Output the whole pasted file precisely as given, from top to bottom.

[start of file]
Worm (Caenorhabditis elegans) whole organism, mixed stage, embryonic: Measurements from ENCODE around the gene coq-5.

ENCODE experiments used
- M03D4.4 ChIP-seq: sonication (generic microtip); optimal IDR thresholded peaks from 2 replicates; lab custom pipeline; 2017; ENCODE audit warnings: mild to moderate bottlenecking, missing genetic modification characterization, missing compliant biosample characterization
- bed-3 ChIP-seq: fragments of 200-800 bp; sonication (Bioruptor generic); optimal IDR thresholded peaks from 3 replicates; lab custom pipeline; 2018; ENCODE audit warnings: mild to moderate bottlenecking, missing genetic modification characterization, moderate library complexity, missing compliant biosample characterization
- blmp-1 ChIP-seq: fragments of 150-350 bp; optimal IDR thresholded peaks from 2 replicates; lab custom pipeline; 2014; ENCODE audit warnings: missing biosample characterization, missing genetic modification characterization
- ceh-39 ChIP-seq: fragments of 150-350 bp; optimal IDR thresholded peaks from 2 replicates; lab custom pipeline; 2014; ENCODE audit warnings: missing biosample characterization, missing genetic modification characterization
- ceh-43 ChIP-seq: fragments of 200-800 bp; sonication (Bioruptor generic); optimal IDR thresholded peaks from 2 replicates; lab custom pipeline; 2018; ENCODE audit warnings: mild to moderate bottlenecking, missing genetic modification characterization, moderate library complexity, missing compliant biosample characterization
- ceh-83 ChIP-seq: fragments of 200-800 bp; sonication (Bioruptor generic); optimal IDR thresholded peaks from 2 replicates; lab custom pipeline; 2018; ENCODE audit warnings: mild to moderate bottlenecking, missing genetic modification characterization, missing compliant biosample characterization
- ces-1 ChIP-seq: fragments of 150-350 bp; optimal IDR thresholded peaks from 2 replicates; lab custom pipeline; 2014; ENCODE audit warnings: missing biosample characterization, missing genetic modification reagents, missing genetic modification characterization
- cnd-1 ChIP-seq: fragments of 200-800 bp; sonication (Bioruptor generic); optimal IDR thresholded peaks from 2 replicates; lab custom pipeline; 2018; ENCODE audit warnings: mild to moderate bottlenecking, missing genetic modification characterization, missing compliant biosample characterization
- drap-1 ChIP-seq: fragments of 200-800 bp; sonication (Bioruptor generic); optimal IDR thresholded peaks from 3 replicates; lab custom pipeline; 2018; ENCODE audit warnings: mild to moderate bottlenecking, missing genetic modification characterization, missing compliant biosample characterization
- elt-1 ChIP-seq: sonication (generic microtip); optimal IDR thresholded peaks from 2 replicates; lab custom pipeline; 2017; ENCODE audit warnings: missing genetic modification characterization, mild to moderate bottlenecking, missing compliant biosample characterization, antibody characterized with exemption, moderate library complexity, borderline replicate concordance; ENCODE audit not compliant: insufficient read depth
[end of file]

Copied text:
Worm (Caenorhabditis elegans) whole organism, mixed stage, embryonic: Measurements from ENCODE around the gene coq-5.

ENCODE experiments used
- M03D4.4 ChIP-seq: sonication (generic microtip); optimal IDR thresholded peaks from 2 replicates; lab custom pipeline; 2017; ENCODE audit warnings: mild to moderate bottlenecking, missing genetic modification characterization, missing compliant biosample characterization
- bed-3 ChIP-seq: fragments of 200-800 bp; sonication (Bioruptor generic); optimal IDR thresholded peaks from 3 replicates; lab custom pipeline; 2018; ENCODE audit warnings: mild to moderate bottlenecking, missing genetic modification characterization, moderate library complexity, missing compliant biosample characterization
- blmp-1 ChIP-seq: fragments of 150-350 bp; optimal IDR thresholded peaks from 2 replicates; lab custom pipeline; 2014; ENCODE audit warnings: missing biosample characterization, missing genetic modification characterization
- ceh-39 ChIP-seq: fragments of 150-350 bp; optimal IDR thresholded peaks from 2 replicates; lab custom pipeline; 2014; ENCODE audit warnings: missing biosample characterization, missing genetic modification characterization
- ceh-43 ChIP-seq: fragments of 200-800 bp; sonication (Bioruptor generic); optimal IDR thresholded peaks from 2 replicates; lab custom pipeline; 2018; ENCODE audit warnings: mild to moderate bottlenecking, missing genetic modification characterization, moderate library complexity, missing compliant biosample characterization
- ceh-83 ChIP-seq: fragments of 200-800 bp; sonication (Bioruptor generic); optimal IDR thresholded peaks from 2 replicates; lab custom pipeline; 2018; ENCODE audit warnings: mild to moderate bottlenecking, missing genetic modification characterization, missing compliant biosample characterization
- ces-1 ChIP-seq: fragments of 150-350 bp; optimal IDR thresholded peaks from 2 replicates; lab custom pipeline; 2014; ENCODE audit warnings: missing biosample characterization, missing genetic modification reagents, missing genetic modification characterization
- cnd-1 ChIP-seq: fragments of 200-800 bp; sonication (Bioruptor generic); optimal IDR thresholded peaks from 2 replicates; lab custom pipeline; 2018; ENCODE audit warnings: mild to moderate bottlenecking, missing genetic modification characterization, missing compliant biosample characterization
- drap-1 ChIP-seq: fragments of 200-800 bp; sonication (Bioruptor generic); optimal IDR thresholded peaks from 3 replicates; lab custom pipeline; 2018; ENCODE audit warnings: mild to moderate bottlenecking, missing genetic modification characterization, missing compliant biosample characterization
- elt-1 ChIP-seq: sonication (generic microtip); optimal IDR thresholded peaks from 2 replicates; lab custom pipeline; 2017; ENCODE audit warnings: missing genetic modification characterization, mild to moderate bottlenecking, missing compliant biosample characterization, antibody characterized with exemption, moderate library complexity, borderline replicate concordance; ENCODE audit not compliant: insufficient read depth